Basketball on the Edge – Coaches, Are Your Instructions Specific and Actionable?

Jason Kidd

Have you ever watched an NBA game on TV where one coach is wearing a microphone and his coaching instructions are recorded and played back for the tv audience? What great insights are shared by these NBA coaches? Typically, you’ll hear a coach say things like, “We have to keep playing hard.” “We need move the ball.” or “Let’s really compete these last three minutes of the quarter.” Now, I understand that NBA coaches don’t want their actual strategic statements being shared with a national tv audience, but coaches at every level use meaningless phrases just like these all the time. I am as guilty as anyone when it comes to using tired clichés with my players that really don’t help them make meaningful changes to what they are doing out on the court. Through self-reflection and discussion with my assistant coach, Mike Ventura, we are making it a point of emphasis to use clear, specific and actionable instructions as often as possible.

Here’s an example. “Guys, we have to play harder!” What does that mean? If I am player, I’m probably thinking, “C,mon, I am playing hard. What is he talking about?” Instead of that vague statement the coach could say, “There are three things we need to do on this possession. 1. Make sure you are in good helpside position every time your man does not have the ball. 2. Be close enough to touch your man every time he has the ball. 3. Dive on the floor for any loose ball in your area.” Those are three clear, specific, and actionable instructions that the players can attempt to execute out on the court.

How can you improve in this area as a coach?

1. Listen to yourself

Have you ever listened closely to what you are actually saying? You may think you are giving clear instructions, but is that really the case? Ask players what they think you mean after you give them instructions. They may not be getting the message that you intended. Always check that your players, and assistant coaches, understand what you mean. If they don’t, make your instructions more specific and actionable. Eliminate vague phrases like, “Play hard” and “Be strong” that sound great, but don’t give players any actual direction as to what they should do.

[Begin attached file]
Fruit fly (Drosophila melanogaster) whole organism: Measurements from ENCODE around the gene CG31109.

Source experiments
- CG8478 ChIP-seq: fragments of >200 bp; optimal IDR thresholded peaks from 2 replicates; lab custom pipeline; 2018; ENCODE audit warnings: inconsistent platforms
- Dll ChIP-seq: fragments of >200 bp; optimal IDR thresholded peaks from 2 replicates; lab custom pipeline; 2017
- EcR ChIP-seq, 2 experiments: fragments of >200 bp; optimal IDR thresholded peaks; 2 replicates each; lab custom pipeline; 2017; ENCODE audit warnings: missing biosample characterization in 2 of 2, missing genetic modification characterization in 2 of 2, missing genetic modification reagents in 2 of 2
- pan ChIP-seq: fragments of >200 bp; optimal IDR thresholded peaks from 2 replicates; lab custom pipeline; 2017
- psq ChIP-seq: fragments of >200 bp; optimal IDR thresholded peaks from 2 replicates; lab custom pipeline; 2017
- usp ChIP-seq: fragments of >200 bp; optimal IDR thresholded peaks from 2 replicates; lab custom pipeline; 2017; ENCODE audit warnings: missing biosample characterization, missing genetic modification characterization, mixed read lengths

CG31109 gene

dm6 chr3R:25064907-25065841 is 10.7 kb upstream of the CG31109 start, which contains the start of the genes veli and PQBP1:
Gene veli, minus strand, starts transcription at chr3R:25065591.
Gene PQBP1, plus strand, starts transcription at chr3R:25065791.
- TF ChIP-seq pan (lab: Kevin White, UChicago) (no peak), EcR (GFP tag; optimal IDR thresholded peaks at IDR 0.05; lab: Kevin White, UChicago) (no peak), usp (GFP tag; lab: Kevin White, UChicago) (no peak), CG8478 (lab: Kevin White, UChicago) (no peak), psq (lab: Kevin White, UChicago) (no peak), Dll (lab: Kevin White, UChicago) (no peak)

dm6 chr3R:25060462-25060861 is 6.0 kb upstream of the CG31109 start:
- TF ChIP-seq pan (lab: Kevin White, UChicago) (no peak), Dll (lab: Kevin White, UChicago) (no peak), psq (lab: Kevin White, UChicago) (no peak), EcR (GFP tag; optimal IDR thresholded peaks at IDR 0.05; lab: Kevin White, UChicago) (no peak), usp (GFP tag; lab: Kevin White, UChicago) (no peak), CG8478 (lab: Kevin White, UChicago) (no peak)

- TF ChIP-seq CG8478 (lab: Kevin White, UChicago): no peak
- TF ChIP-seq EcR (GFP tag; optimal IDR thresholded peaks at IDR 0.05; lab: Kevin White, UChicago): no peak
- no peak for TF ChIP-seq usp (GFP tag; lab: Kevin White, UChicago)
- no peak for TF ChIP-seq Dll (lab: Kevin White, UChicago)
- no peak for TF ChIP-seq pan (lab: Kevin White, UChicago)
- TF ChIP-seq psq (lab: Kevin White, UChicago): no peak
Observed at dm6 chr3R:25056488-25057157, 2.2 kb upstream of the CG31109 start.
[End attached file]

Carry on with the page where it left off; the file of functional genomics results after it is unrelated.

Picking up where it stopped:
2. Less is more

The more concise and actionable your instructions the more transfer there will be to your players’ performance. A research study conducted in the final year of legendary UCLA Basketball Coach John Wooden’s coaching career (Gallimore & Tharp, 2004; Tharp & Gallimore, 1976) was converted into a book that preserved his insights about teaching and how to make content comprehensible to learners (Nater & Gallimore, 2010). Coauthored by Swen Nater (a member of two of Wooden’s national championship squads) and Dr. Ronald Gallimore (one of the two scientists who conducted the original study), the book explained that Wooden’s coaching success was a function of quality teaching. The vast majority of Wooden’s words and actions in practices were concise statements of 5-7 words intended for learning a particular aspect of the sport.

3. Don’t overload

A rambling one minute speech during a timeout that covers every thought jumping into a coach’s head will be useless to players. Focus on one or two things you want players to do and then provide specific, actionable instructions so know what they must do to meet your expectations. This is true in practices as well as games. One or two coaching points at a time. Any more and the entire message will be lost.

4. Pay attention after you speak

Do players try to do what you asked of them, (even if the outcome is unsuccessful)? If the answer is consistently no, then something is amiss in your communication. “If they haven’t learned, then you haven’t taught.” is another phrase associated with John Wooden. Don’t blame your players when they don’t get it, look for better ways to teach them. Analyze what you say as a coach and look for ways to improve!

Here are a few other coaching phrases I either use myself or hear all the time. I’d love to hear from all the coaches out there how you’d make these phrases more specific and actionable for your players. Feel free to add to this list of common coaching phrases too. I’ll share any responses I get in a future post.

Be Strong!
D’ up!
Move the ball!
Keep working!
Look up!
Pressure the ball!
Get after it!
Give 100% effort!

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